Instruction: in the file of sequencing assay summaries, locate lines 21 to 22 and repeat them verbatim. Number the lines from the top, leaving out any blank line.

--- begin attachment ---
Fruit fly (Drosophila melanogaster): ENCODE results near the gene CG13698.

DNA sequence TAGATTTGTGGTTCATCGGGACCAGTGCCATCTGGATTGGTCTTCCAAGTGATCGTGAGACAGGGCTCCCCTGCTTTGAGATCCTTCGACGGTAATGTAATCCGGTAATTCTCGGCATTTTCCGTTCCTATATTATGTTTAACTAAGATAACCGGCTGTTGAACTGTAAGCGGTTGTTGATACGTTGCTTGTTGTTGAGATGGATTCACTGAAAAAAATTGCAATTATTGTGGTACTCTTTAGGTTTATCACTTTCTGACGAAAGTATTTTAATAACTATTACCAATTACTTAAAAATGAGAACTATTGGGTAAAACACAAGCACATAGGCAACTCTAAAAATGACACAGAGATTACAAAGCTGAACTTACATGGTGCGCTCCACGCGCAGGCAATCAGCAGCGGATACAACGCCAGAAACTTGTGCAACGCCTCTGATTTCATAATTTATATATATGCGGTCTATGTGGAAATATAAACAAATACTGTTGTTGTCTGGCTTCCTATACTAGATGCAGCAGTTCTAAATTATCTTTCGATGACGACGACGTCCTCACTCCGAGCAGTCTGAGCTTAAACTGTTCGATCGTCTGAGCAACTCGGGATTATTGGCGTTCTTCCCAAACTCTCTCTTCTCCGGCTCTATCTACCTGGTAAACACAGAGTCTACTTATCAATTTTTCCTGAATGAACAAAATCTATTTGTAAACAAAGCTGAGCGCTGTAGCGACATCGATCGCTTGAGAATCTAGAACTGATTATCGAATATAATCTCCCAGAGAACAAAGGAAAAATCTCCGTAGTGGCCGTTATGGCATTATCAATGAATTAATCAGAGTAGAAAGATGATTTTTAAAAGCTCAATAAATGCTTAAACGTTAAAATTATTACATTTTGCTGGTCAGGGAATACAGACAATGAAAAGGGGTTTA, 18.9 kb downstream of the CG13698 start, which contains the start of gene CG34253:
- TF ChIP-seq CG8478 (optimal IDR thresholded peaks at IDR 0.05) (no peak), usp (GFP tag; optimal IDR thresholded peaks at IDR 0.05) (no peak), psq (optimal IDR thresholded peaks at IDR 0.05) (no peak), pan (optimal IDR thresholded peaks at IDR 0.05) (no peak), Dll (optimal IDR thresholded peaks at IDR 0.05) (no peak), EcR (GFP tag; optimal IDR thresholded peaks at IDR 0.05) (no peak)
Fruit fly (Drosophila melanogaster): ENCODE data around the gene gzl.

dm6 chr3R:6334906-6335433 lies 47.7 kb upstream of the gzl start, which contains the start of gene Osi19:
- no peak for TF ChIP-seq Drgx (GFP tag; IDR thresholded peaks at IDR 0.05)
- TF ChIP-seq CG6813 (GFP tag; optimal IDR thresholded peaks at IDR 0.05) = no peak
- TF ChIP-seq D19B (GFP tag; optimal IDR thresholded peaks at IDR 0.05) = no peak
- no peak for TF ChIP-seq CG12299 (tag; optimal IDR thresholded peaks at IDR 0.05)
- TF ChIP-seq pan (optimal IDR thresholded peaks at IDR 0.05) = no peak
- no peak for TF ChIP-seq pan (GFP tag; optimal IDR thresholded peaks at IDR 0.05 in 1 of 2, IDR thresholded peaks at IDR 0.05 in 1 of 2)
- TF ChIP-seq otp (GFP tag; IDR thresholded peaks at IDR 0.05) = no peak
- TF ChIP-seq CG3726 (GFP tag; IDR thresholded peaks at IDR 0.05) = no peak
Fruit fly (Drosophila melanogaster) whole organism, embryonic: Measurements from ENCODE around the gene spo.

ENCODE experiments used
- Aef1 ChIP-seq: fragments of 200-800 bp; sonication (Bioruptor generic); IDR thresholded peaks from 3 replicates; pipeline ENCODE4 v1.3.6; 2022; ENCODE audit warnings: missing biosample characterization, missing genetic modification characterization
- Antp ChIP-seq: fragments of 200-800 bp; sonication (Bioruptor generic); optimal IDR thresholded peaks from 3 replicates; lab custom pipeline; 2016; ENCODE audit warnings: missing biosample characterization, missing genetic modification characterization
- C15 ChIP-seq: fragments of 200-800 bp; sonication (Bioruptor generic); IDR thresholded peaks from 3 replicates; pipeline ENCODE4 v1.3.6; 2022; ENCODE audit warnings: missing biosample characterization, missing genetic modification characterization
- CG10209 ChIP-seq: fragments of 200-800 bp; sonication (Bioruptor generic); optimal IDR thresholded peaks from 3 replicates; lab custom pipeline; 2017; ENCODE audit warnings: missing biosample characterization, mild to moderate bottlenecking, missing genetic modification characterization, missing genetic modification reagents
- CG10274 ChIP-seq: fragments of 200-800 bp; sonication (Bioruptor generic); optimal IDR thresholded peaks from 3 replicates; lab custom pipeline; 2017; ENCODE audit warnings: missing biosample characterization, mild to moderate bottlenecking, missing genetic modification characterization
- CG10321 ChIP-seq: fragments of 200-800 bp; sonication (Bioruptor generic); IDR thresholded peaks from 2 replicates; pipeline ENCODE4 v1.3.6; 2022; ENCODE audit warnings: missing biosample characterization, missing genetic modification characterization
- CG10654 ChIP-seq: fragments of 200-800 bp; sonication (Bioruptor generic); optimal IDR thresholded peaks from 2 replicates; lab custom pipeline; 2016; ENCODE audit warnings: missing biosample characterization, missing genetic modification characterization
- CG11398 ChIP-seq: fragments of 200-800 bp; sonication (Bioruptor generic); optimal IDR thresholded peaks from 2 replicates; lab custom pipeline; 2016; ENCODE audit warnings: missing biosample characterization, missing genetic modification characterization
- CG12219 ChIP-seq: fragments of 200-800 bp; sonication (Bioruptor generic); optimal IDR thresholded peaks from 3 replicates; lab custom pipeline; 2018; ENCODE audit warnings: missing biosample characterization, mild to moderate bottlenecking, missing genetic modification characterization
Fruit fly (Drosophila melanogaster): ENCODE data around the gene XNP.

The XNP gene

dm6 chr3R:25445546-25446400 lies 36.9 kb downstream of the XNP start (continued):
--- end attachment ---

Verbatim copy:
- CG10321 ChIP-seq: fragments of 200-800 bp; sonication (Bioruptor generic); IDR thresholded peaks from 2 replicates; pipeline ENCODE4 v1.3.6; 2022; ENCODE audit warnings: missing biosample characterization, missing genetic modification characterization
- CG10654 ChIP-seq: fragments of 200-800 bp; sonication (Bioruptor generic); optimal IDR thresholded peaks from 2 replicates; lab custom pipeline; 2016; ENCODE audit warnings: missing biosample characterization, missing genetic modification characterization